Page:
There is no shortage of data in today’s inter-connected world. Companies have recognized this for a while now and have invested significantly in capturing, mining and reporting on this data. But are they satisfied with what they are seeing? The answer is a resounding NO. And why is that? Because of two insidious human elements. One is the quest to identify or extract truly meaningful data and the other is to create an organizational structure that explicitly addresses the need to be data-driven. I will examine both of these in an attempt to suggest more meaningful and methodical changes vis-à-vis data and its vast horsepower.
Data, data everywhere but not a drop of meaning!
Data has the ubiquitous quality of appearing ‘official’ and ‘meaningful’ in whatever context it is presented. Intuitively we know that this is not correct. For example, just because there are data points which are taken at earlier and later points in time, it does not mean we can derive cause and effect relationships between them. In fact, where incorrect or meaningless correlations are made, the result is detrimental to ‘right action at the right time’ and are difficult to challenge. It is my submission, therefore, that experts such as social scientists for social media data/big data, financial specialists for financial data etc be employed to interpret and put intelligence to the data. It is important to note that this requires processes to allow these experts to derive meaning only from data relevant to their area of expertise and prevent them from having a massive lateral view of all data. Yes, data restriction is vital. In order to provide a wide enough view of data to the specialists that allows them to keep the ‘bigger picture’ in mind and narrow enough to not cloud their view, it is necessary to involve them in the design and deployment of all stages of data processing – collection, storage, mining, reporting.
Creating a culture of data
Companies have been oscillating between being numbers driven and gut-feel as they experience the phenomenon of meaningless or misleading statistics/data points and the instinctive need to be objective. In order to promote a culture that is truly acting on intelligent data the following data related roles are recommended:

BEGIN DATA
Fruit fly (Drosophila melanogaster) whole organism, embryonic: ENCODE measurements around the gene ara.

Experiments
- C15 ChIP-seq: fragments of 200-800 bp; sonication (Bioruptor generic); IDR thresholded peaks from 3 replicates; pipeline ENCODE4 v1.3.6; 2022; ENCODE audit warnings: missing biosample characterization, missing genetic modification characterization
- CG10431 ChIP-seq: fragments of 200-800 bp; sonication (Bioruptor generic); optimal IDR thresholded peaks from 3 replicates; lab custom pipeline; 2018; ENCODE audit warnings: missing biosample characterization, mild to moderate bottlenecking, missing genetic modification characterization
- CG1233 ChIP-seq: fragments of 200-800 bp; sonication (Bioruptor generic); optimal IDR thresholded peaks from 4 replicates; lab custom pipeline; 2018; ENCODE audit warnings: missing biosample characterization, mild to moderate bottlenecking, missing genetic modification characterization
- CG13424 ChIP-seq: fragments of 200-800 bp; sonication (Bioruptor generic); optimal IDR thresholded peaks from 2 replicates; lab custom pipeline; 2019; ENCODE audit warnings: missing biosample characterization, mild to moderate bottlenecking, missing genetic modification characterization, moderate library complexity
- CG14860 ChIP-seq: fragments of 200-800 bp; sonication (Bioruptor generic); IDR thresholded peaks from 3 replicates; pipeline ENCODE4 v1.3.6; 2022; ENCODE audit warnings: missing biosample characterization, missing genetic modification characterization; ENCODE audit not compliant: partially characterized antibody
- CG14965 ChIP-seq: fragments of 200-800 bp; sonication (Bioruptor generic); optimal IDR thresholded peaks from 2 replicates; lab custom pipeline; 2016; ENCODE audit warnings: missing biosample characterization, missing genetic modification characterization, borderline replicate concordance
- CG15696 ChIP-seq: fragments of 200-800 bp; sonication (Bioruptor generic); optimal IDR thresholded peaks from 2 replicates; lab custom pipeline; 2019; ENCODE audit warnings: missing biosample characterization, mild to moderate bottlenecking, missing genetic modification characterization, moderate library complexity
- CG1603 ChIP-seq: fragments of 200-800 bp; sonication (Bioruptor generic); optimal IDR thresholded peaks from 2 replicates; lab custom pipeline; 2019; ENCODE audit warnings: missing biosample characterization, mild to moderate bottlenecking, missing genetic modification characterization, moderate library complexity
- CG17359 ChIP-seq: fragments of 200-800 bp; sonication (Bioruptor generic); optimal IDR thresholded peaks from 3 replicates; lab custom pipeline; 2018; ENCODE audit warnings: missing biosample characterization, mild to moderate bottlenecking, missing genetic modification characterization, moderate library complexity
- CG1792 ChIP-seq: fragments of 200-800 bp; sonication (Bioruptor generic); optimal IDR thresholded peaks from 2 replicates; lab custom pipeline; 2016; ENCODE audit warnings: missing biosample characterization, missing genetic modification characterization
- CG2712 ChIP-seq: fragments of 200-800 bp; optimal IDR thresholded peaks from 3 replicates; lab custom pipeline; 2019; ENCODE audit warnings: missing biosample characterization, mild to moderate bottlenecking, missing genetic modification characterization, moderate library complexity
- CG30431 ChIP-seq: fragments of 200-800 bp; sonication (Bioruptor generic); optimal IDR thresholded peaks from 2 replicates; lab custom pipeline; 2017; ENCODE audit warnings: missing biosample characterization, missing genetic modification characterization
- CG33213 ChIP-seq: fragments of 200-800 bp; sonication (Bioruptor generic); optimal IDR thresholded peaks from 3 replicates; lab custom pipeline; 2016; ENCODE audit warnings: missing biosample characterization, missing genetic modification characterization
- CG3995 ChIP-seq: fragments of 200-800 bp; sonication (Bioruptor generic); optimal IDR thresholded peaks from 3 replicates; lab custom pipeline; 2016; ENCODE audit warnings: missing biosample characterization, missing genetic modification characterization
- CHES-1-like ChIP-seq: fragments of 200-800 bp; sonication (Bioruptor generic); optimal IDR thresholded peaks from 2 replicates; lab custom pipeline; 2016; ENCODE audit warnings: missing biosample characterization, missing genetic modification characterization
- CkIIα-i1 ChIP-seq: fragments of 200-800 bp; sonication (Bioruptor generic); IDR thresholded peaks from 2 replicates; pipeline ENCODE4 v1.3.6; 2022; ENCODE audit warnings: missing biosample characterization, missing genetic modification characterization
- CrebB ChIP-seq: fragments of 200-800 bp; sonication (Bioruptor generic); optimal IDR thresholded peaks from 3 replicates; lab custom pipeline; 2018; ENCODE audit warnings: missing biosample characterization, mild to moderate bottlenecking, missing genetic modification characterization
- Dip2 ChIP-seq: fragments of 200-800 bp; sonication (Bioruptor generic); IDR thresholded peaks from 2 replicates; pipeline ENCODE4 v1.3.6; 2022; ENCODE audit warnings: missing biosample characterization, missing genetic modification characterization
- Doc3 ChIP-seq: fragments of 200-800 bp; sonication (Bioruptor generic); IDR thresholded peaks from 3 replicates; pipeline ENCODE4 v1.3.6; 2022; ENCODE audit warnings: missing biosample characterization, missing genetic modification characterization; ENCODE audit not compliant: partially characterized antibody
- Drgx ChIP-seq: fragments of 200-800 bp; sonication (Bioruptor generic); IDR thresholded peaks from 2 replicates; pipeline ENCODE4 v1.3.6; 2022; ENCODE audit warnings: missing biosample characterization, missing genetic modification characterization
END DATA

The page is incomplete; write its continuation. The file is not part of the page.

1. Chief Data Officer: The role must report up to the highest level in order to make deep changes. The person must use a top-down approach starting with strategic measurement areas and mapping these progressively down the food-chain to establish KPIs and reporting needs for each department/function
2. Data Analyst: The role must be a data management expert with knowledge in data modeling, database design, ETL principles, data analytics principles. This role should operate at the division or function level to help decompose the tier 2 KPIs and reporting needs in line with strategic needs defined by the CDO. Data Analysts should report up to the CDO
3. Data Specialist(SME): The role is the expert defined in the section above. They are Subject Matter Experts in a field such as Social Science, Accounting, Marketing, Finance etc. They are NOT data analysts. Rather, they are folks who know their subject area and can interpret data to draw meaningful conclusions and avoid spurious correlations. They are also the 'seekers' of relevant data and determinants of which data is relevant and which data is not given a specific area of analysis. This role should work with Data Analyst to create a full map of source and destination of data (destination could be reports or corrective action). Data Specialists should report up to the functional or departmental heads and have dotted line reporting to CDO’s office in partnership with Data Analyst. Some of these Specialists will be function-specific (such as social scientist for big data) and some will be department focused (such as Marketing).
4. Data Process Specialist: With function and department heads and in collaboration with Data Analysts, this role will define the nature of reporting, processes for corrective/proactive action and police compliance with data-driven communications and reporting throughout the organization. This role can have the role of evangelizing the CDO's mandate of driving processes based on objective interpretation of data.
Finally, a word on a current data-related role in many organizations - the Data Scientist. Their job function varies from one company to another and is a mish-mash of two or more of the roles described above. It is important to note that Analyst, SME, and Process Specialist are three distinct areas of expertise and rolling their functions into one title "Scientist" is short-changing the effort to create a data-driven culture.